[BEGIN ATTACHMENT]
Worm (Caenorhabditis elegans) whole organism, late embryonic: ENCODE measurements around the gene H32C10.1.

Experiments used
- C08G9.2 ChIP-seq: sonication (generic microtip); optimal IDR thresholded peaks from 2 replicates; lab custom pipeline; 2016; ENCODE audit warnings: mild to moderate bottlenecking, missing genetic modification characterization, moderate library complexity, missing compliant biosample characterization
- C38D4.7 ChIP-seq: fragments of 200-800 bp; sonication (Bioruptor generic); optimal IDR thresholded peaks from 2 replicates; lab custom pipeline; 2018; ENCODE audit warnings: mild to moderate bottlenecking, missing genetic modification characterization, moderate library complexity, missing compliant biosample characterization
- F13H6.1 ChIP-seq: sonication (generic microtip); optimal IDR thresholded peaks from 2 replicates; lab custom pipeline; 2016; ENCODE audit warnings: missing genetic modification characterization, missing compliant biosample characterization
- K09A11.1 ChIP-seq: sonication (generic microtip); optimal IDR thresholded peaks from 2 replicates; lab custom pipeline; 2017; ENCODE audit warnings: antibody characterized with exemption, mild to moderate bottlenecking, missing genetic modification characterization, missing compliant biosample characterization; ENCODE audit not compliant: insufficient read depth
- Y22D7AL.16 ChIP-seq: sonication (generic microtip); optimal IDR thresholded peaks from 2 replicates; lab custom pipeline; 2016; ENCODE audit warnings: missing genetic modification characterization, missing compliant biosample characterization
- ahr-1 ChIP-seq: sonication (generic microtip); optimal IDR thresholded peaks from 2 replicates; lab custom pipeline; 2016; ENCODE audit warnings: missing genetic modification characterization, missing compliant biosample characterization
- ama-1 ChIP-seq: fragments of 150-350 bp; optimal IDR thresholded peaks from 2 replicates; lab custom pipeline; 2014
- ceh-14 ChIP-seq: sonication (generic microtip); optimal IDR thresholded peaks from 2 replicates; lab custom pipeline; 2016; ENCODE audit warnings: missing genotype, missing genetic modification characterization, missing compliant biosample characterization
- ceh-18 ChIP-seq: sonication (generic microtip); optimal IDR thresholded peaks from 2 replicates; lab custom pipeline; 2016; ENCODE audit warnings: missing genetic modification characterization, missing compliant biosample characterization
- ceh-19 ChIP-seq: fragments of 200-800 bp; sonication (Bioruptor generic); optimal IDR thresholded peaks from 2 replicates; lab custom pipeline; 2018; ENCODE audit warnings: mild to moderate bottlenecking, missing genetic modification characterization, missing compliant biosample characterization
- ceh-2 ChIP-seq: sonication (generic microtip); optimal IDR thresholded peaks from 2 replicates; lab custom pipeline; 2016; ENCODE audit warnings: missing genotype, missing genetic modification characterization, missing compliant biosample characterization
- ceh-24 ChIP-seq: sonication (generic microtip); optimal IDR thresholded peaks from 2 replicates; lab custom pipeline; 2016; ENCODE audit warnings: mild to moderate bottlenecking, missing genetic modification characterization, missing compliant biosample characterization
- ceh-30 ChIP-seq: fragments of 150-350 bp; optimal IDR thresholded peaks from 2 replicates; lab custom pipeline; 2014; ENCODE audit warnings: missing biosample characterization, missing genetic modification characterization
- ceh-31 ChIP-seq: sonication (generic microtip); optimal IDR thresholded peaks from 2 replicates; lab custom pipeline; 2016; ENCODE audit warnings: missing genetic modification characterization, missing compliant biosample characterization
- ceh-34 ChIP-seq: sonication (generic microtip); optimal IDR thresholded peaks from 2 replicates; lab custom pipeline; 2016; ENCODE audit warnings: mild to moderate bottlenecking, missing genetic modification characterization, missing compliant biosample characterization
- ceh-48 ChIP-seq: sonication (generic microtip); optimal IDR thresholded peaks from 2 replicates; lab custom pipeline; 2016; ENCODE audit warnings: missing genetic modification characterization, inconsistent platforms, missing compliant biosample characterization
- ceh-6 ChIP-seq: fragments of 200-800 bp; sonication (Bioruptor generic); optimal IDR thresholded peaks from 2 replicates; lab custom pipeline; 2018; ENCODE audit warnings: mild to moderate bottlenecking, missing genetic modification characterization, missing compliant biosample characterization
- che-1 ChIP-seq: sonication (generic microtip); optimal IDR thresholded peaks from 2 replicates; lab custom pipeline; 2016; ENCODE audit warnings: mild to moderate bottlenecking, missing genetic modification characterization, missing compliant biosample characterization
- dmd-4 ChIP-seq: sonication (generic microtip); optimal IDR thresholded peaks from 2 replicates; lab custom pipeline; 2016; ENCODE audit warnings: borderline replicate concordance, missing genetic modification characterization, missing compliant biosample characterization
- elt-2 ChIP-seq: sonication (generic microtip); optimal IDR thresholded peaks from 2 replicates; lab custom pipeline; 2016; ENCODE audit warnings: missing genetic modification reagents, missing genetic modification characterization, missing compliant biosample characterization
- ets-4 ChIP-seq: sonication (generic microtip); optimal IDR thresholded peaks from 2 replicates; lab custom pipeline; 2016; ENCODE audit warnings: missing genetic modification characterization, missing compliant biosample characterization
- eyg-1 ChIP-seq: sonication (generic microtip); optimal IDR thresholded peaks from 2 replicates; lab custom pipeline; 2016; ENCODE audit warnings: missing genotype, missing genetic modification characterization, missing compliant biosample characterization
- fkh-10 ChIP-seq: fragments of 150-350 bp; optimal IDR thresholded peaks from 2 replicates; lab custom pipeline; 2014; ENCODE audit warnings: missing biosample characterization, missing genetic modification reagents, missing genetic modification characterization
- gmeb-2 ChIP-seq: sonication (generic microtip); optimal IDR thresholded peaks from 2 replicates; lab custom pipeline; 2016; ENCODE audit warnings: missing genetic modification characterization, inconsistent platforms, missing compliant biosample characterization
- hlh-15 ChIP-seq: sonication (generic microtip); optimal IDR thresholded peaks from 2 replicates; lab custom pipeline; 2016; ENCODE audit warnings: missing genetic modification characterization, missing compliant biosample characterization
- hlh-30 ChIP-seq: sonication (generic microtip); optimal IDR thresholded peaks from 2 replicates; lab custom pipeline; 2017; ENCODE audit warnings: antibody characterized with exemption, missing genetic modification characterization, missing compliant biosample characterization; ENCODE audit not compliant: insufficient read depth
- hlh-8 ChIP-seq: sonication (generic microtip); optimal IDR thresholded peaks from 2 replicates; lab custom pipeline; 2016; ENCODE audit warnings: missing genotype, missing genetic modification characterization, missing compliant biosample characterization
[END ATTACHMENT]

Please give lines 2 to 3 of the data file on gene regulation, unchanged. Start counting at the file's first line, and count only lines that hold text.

Experiments used
- C08G9.2 ChIP-seq: sonication (generic microtip); optimal IDR thresholded peaks from 2 replicates; lab custom pipeline; 2016; ENCODE audit warnings: mild to moderate bottlenecking, missing genetic modification characterization, moderate library complexity, missing compliant biosample characterization